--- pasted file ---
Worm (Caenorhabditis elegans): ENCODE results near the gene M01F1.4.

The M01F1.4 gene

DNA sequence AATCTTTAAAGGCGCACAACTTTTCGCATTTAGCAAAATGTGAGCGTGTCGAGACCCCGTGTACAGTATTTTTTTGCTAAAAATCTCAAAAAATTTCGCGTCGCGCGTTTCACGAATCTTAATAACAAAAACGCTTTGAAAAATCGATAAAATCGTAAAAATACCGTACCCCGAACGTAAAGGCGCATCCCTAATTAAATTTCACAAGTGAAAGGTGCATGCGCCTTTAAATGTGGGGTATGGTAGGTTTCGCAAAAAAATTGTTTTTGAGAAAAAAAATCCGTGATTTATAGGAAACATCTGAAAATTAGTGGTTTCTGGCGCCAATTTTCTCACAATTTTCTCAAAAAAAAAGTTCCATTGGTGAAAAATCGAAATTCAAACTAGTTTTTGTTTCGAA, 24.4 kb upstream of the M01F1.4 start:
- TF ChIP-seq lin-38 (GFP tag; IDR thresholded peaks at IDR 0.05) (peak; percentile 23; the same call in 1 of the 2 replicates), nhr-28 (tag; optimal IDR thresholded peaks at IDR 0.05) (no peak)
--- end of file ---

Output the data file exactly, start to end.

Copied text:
Worm (Caenorhabditis elegans): ENCODE results near the gene M01F1.4.

The M01F1.4 gene

DNA sequence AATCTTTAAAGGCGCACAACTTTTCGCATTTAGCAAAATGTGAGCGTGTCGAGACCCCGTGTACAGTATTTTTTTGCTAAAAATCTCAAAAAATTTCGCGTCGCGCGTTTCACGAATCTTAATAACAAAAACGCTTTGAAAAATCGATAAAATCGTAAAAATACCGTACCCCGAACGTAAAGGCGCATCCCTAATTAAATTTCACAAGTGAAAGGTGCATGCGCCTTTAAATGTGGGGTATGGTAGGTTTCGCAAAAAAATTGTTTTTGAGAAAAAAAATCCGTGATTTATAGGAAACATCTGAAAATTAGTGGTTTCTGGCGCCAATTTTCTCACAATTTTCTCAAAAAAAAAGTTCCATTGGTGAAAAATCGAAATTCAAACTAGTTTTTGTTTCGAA, 24.4 kb upstream of the M01F1.4 start:
- TF ChIP-seq lin-38 (GFP tag; IDR thresholded peaks at IDR 0.05) (peak; percentile 23; the same call in 1 of the 2 replicates), nhr-28 (tag; optimal IDR thresholded peaks at IDR 0.05) (no peak)